Scientists seeking ways to engineer the assembly of tiny particles measuring just billionths of a meter have achieved a new first: the formation of a single layer of nanoparticles on a liquid surface where the properties of the layer can be easily switched. Understanding the assembly of such nanostructured thin films could lead to the design of new kinds of membranes with a variable mechanical response for a wide range of applications.
Engineers at Oregon State University have successfully shown that a continuous flow reactor can produce high-quality nanoparticles by using microwave-assisted heating. This is essentially the same force that heats up leftover food with such efficiency, but instead of warming up yesterday’s pizza, this concept may change the production of cell phones and televisions or improve solar energy systems.
One of the defining features of cells is their membranes. Each cell’s repository of DNA and protein-making machinery must be kept stable and secure from invaders and toxins. Scientists have attempted to replicate these properties, but, despite decades of research, even the most basic membrane structures, known as vesicles, still face many problems when made in the laboratory.
The days of self-assembling nanoparticles taking hours to form a film over a microscopic-sized wafer are over. Researchers with Lawrence Berkeley National Laboratory have devised a technique whereby self-assembling nanoparticle arrays can form a highly ordered thin film over macroscopic distances in one minute.
Think those flat, glassy solar panels on your neighbor’s roof are the pinnacle of solar technology? Think again. Researchers at Univ. of Toronto have designed and tested a new class of solar-sensitive nanoparticle that outshines the current state of the art employing this new class of technology.
A new nanoparticle platform developed in California increases the efficiency of drug delivery and allows excess particles to be washed away. A simple etching technique using biocompatible chemicals rapidly disassembles and removes the silver nanoparticles outside living cells. This method leaves only the intact nanoparticles for imaging or quantification, revealing which cells have been targeted and how much each cell internalized.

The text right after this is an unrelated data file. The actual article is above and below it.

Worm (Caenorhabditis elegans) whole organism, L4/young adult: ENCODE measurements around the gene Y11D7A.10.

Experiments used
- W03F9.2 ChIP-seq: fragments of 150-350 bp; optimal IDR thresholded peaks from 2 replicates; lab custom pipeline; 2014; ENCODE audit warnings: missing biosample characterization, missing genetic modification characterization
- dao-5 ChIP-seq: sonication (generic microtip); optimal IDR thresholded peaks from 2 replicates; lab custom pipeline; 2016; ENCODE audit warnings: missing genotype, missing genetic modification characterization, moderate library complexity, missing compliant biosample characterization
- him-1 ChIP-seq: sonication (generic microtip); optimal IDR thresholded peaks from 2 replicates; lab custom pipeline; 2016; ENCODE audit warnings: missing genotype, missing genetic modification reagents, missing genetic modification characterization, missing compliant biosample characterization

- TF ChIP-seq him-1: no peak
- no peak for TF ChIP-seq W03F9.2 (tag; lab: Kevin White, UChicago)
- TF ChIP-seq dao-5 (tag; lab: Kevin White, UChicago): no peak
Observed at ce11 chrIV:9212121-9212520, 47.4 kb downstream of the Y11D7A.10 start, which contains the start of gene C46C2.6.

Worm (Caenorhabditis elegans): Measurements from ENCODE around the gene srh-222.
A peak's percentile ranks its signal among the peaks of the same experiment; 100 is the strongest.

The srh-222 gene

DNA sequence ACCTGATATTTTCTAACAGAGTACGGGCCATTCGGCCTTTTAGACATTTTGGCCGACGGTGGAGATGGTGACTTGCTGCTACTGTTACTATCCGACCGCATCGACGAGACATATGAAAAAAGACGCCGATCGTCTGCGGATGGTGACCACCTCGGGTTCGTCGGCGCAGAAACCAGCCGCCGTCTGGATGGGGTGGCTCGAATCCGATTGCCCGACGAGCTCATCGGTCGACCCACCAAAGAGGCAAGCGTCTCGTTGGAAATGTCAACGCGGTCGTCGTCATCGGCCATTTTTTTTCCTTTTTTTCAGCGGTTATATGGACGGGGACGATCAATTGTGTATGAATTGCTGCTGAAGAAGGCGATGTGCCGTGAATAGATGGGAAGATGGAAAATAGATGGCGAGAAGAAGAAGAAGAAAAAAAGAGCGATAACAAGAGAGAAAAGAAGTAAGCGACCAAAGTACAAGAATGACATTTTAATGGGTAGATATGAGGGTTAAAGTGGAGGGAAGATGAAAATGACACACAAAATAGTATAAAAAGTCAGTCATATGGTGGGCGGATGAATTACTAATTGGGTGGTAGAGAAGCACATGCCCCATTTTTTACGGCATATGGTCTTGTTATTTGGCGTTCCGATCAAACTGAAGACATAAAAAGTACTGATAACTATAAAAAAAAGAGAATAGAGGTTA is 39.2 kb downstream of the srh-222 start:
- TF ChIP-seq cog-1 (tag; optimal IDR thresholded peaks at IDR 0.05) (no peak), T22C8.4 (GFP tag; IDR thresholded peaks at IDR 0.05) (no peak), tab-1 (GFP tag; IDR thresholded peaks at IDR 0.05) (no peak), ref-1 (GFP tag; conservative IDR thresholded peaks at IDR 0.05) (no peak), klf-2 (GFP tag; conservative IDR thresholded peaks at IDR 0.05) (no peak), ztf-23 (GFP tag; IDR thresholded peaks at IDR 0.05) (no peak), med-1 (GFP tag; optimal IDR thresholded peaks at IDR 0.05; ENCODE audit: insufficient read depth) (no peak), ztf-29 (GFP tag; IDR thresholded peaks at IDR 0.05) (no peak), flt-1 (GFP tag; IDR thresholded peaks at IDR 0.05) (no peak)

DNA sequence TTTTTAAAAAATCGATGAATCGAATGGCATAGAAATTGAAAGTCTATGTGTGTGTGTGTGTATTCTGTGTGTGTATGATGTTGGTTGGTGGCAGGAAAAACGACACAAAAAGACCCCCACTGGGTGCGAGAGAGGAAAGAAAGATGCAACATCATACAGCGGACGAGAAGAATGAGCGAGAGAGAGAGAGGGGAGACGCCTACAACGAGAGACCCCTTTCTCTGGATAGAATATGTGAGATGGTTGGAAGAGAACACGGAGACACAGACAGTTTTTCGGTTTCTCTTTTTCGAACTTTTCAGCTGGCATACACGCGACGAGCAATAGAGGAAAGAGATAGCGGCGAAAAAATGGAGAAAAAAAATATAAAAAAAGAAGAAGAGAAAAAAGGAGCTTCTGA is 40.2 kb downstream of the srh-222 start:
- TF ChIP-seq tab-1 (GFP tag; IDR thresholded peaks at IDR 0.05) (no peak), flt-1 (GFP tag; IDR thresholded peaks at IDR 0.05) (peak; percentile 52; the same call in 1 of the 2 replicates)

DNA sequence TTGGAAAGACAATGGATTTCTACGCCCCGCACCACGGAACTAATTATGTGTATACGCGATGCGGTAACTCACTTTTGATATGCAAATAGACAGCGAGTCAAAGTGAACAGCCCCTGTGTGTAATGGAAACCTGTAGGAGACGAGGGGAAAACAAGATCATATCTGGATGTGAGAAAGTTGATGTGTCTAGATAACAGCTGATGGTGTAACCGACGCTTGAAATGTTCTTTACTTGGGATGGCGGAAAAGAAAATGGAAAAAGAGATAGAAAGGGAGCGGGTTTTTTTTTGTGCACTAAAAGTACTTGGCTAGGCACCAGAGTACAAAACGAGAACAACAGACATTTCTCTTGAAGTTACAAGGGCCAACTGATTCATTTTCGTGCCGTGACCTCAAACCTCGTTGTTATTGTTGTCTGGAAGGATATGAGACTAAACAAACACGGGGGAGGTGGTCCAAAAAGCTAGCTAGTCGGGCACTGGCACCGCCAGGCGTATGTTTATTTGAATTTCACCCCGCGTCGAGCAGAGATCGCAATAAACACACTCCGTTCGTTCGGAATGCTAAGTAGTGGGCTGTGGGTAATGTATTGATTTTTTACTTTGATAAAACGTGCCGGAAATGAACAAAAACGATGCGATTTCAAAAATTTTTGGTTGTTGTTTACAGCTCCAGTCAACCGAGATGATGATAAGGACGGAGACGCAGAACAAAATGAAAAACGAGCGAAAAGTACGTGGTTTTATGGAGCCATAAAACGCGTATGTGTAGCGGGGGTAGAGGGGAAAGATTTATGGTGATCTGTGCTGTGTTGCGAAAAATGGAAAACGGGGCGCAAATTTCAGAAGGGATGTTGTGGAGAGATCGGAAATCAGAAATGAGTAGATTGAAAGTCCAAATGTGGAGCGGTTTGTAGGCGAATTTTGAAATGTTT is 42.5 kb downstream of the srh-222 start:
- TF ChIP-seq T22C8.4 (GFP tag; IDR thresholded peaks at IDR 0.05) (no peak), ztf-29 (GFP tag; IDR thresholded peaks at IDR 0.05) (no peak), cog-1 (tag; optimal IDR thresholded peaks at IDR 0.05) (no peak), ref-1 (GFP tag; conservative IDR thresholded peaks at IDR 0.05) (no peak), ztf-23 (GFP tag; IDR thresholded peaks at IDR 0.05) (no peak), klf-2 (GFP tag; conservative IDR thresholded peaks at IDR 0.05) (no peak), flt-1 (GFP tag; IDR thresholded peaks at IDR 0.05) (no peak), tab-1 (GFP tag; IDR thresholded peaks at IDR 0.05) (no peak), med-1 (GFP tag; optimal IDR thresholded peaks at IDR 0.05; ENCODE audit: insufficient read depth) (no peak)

Atomic-scale snapshots of a bimetallic nanoparticle catalyst in action have provided insights that could help improve the industrial process by which fuels and chemicals are synthesized from natural gas, coal or plant biomass. A multinational laboratory collaboration has taken the most detailed look ever at the evolution of platinum/cobalt bimetallic nanoparticles during reactions in oxygen and hydrogen gases.
Surface catalysts are notoriously difficult to study mechanistically, but scientists at two universities have recently shown how to get real-time reaction information from silver nanocatalysts that have long frustrated attempts to describe their kinetic behavior in detail. The key to the team's success was bridging a size gap that had represented a wide chasm to researchers in the past.
Hospital germs can be fatal, since they are resistant to antibiotics. As a result, alternative methods of defense against bacteria are in demand. Fortunately, a German-French research team has been able to develop bone implants that keep the germs at bay. The solutions depends on a breakthrough that allows scientists to imbue apatite crystals with calcium phosphate.
Haydale, a U.K.-based developer of a unique plasma functionalization process for nanomaterials, has announced the publication of research showing its functionalized graphene nanoplatelets significantly improve the nanoscale reinforcement of resin. The report states a greater than two times increase in tensile strength and modulus of an epoxy composite using this technology.
A fast and cost-effective genetic test to determine the correct dosage of blood thinning drugs for the treatment of stroke, heart problems and deep vein thrombosis has been developed by researchers in Singapore. The new test, which uses gold nanoparticles mixed with DNA samples in solution, can quickly recognize three of the most common genetic variations associated with warfarin response.
A team at Lawrence Berkeley National Laboratory found unexpected traces of water in semiconducting nanocrystals. The water as a source of small ions for the surface of colloidal lead sulfide nanoparticles allowed the team to explain just how the surface of these important particles are passivated, meaning how they achieve an overall balance of positive and negative ions.
When doctors perform an MRI, they administer a contrast agent: a chemical that, when injected into the bloodstream or ingested by the patient just before the MRI, improves the clarity of structures or organs in the resulting image. Researchers in Illinois have turned contrast agent technology “inside out” to develop a scalable new way of building multipurpose agents using nanoparticles.